Cambodia: Stand with thousands of families who are losing their homes

10,000 families, some of whom have been living at the historic and famous Angkor World Heritage site for generations, are being evicted from their houses. We need your help today to prevent more families from losing their homes and to support those who have been forced to move. 

“Nobody wants to leave their home.” 

A woman who had lived at Angkor for more than 70 years


Angkor, home of Angkor Wat temple, in Cambodia, is identified as a World Heritage site by the United Nations Educational, Scientific and Cultural Organization (UNESCO). Angkor is also home to over 100,000 people, many of whom have lived in the area for several generations and have a special connection to the land. They rely on the site for their livelihoods and bury their loved ones who have passed away in the nearby forests, cemeteries and on their farms.  

“We never caused harm to the temples. When I was a child, we played games and climbed and cleaned at Angkor Wat.” – Devi*, a resident at Angkor.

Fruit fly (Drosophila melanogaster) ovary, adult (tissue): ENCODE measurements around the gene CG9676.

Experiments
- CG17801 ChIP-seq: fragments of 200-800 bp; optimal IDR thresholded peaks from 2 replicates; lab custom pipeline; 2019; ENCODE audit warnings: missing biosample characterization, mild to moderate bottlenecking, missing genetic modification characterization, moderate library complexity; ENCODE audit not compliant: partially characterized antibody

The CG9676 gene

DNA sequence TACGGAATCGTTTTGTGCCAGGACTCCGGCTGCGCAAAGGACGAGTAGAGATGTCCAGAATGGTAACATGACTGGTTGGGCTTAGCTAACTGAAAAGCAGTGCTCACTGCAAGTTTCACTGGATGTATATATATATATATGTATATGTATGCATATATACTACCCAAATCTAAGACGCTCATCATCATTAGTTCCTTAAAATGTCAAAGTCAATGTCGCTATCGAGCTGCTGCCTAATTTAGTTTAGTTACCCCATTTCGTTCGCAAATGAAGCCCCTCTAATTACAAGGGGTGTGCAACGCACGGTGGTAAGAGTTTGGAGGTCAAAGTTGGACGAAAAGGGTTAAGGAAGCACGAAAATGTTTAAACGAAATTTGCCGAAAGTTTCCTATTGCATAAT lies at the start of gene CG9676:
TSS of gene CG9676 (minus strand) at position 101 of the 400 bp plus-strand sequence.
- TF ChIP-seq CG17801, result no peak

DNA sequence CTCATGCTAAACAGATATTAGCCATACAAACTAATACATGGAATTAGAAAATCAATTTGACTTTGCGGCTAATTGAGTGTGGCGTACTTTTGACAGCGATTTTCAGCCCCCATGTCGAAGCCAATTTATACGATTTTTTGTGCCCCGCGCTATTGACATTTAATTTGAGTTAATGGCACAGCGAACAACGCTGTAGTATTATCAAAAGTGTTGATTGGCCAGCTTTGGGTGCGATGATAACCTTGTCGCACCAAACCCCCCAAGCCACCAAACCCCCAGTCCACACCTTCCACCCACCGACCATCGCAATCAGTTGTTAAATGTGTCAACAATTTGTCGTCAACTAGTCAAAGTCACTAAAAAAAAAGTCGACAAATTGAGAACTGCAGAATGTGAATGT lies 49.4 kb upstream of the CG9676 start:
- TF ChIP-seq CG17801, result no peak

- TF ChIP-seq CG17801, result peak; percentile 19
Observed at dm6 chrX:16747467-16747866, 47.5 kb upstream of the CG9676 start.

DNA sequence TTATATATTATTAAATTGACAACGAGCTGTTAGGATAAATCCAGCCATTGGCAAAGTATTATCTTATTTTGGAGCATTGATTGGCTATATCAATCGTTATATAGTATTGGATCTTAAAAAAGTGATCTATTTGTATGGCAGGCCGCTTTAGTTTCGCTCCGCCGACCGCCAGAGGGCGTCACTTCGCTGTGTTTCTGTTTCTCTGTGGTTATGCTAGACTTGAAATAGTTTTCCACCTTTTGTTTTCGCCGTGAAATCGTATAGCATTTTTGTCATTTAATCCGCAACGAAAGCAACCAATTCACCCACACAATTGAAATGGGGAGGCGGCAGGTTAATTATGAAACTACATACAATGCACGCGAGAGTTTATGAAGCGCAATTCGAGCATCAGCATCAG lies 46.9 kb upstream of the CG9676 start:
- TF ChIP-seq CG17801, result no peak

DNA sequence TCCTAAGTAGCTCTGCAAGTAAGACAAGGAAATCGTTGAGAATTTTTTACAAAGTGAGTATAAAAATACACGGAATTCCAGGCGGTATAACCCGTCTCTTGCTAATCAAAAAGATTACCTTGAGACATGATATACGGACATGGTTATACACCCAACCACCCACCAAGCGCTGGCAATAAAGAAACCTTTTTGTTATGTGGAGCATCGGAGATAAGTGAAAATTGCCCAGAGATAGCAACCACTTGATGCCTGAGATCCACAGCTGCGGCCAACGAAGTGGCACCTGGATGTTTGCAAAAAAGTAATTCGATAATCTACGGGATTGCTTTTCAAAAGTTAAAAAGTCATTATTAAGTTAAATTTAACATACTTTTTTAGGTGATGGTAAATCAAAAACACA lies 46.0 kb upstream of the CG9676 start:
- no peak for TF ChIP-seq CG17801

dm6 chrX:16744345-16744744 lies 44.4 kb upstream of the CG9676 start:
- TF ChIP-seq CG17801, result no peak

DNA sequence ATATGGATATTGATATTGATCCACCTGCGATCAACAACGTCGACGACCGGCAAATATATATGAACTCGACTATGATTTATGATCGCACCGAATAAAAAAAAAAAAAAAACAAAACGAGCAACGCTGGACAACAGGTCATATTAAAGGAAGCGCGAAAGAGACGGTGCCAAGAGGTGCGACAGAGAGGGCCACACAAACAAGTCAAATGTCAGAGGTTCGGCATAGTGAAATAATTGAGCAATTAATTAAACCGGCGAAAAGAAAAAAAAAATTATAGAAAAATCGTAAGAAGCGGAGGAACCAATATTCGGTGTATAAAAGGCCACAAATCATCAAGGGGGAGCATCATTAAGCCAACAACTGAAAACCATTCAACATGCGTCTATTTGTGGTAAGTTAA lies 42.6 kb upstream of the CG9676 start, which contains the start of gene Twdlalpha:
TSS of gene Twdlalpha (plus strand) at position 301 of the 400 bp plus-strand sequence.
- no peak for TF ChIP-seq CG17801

In the name of conserving the UNESCO World Heritage site, the Cambodian authorities have been forcibly evicting a large number of people from Angkor since 2022. More than 10,000 families, around 40,000 people, are being moved. However, UNESCO told Amnesty International that it has never called for “population displacements.”

Many people were harassed, threatened, and forced to leave without any genuine consultation. Almost no one wants to go.  

“They asked us to stand on one side for those who agree [to give up their rice fields], and those who don’t to stand on the other side – then they said that anyone who protests will go straight to prison.”Yey*, a farmer. 

The Run Ta Ek resettlement site is far away and the lack of housing has meant thousands of families are risking their health by living under tarpaulins or in exposed weather conditions, are lacking access to clean water, adequate toilet facilities, electricity, proper roads and livelihood opportunities.


Ask the Prime Minister of Cambodia, Hun Manet, and UNESCO to stop the forced evictions at Angkor and adequately support those who have been forced to leave. 

    *Names are pseudonyms to protect people from possible reprisals by the Cambodian authorities.